Indiana Chapter - American Planning Association

The Welsh Coast Path – 870 miles of active transportation holiday – generating $24 million to the Welsh economy the first year.

By Vera Adams – Faculty Representative
Assistant Professor of Urban Planning, Ball State University


August brings to mind two things for most Americans – Summer Vacation and Back to School. With our upcoming Fall Conference focused on “Designing Healthy Communities” and everyone concerned about economic development, I have chosen the topic that I hope will weave all these interest together.

One of my summer goals while in Wales was to get in shape and loose the weight I gain every winter commuting from my home in Indy to BSU in Muncie. Part of my plan includes the Welsh Coast Path that opened last year and is changing the way Wales recreates.

Where can you find a £16 million ($24mil USD) annual economic development return on a £2 million ($3mil USD) annual public investment (national) and a $6 million onetime investment (regional)? Wales!


These are the input and outputs of the Welsh Coastal Path, which opened in May 2012 and forms the core of a national Welsh economic-health-heritage strategy. National Geographic named it the 2nd Best Coastal Destination in the World, Lonely Planet called it the World’s Top Destination in 2012, and the New York Times reported it in the Travel Section in May 2013.

The Royal Town Planning Institute (RTPI) Awards for Planning Excellence for exemplary rural planning and the coveted Silver Jubilee Cup for 2013 based on criteria including innovation, processes, techniques, information systems, programmes of community involvement and improvement to public services. The judges said the path was an “inspiration” to planners.

The Welsh Coast Path (WCP) is an 870-mile, public access walking path, the first of its kind in the world. It follows the Welsh Coast from Queensbury in the north to Chepstow in the south. Some of the sections are narrow and steep suitable only for walking, some sections are flat and wide suitable for use by families with children (even in prams) and the disabled, some of the section are perfect for bicyclists. Some of the path existed before. Some of it runs along country roads because landowners denied public access through their property. All of it meets the Welsh Government goals to increase public access to the coast and to encourage healthy lifestyles and fitness for the Welsh people. All sections are accessible (free!) to everyone.

The WCP links to the Offa’s Dyke Path National Trail that follows the border with England to form a continuous 1030-mile route around most of Wales. In the future, circular coastal routes are planned to like the coast path to towns and villages inland. Already maps exist to indicate National Trust and CDRW castles and heritage sites of interest along the way.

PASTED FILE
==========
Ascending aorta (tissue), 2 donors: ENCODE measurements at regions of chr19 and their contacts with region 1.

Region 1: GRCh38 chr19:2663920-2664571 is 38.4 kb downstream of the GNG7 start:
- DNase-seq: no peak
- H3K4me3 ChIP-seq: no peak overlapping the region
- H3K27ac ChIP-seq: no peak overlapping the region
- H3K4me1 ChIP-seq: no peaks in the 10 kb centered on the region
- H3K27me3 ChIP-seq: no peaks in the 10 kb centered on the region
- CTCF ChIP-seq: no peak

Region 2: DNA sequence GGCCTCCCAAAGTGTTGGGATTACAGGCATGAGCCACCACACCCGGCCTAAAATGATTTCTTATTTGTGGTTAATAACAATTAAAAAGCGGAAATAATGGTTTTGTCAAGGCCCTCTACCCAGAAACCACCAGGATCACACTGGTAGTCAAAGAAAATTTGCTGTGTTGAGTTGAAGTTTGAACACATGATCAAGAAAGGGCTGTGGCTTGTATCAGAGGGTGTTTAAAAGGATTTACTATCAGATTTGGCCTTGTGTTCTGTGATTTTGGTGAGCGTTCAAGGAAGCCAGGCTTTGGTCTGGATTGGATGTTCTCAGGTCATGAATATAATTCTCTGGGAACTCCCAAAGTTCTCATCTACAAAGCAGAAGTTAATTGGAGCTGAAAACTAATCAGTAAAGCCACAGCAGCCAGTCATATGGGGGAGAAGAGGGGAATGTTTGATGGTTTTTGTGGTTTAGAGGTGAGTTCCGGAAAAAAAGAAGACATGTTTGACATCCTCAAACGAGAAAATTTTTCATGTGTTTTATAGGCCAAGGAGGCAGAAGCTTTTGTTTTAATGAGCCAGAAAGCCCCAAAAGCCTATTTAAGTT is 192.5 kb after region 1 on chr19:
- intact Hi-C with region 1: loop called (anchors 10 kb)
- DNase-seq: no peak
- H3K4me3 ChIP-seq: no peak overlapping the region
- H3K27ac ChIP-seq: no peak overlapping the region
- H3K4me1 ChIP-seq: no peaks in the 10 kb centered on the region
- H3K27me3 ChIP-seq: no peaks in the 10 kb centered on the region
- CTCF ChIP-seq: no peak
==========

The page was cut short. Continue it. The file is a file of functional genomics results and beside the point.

Yet, it is not just a path; it is a national economic development and health care strategy.

Organization and Investment
The Welsh Assembly Government, the Countryside Council for Wales, 16 local authorities and two National Parks coordinated efforts to develop the 870-mile continuous path around the coast of Wales starting in 2006 with a deadline of 2012.


The Welsh government’s Coastal Access Improvement Programme (CAIP) funding of £2 million ($3mil USD) per year since 2006 and has been backed by the European Regional Development Fund of £3.9m ($6mil USD) over 3 years since 2009. Delivery of the Coast Path project is coordinated by the Countryside Council for Wales and
delivered on the ground by the local authorities through which it passes.

The All Wales Coast Path will ensure improved public access to the coast line and encourage people to live more healthy and active lifestyles, thus helping in Wales’ efforts to become a fitter, healthier nation.

Return on Public Investment
In the first year, 2.8 million people used part of the path, contributing £16 million ($24mil USD) to the Welsh economy, with an estimated 800,000 people staying over night a local B&B, guesthouse or hotel along the route.

Dan Clayton Jones, Chair of the Wales Tourism Advisory Board, reported that “Figures from the Great Britain Tourism survey 2012 show that overnight visitors to the coastline and beaches of Wales spent £572 million.” Project was first conceived as a means to build on economic success of Pembrokeshire Coast path in North West Wales. “

“Every pound spent brings forth 10 times health benefits and tourism income to local communities around Wales, says Chairman of Countryside Council. “Citizens are encouraged to get healthy and get active.”

All indication are that the Welsh Coastal Path is well on its way to being an economic engine for Wales – a healthy, active transportation engine for a country as burdened by health issues for its citizens’ as the US.

In planning your trip there are 109 maps available for download or printing at For guided tours in small friendly groups – And there’s an App for that! Diolch! (Thank you!)

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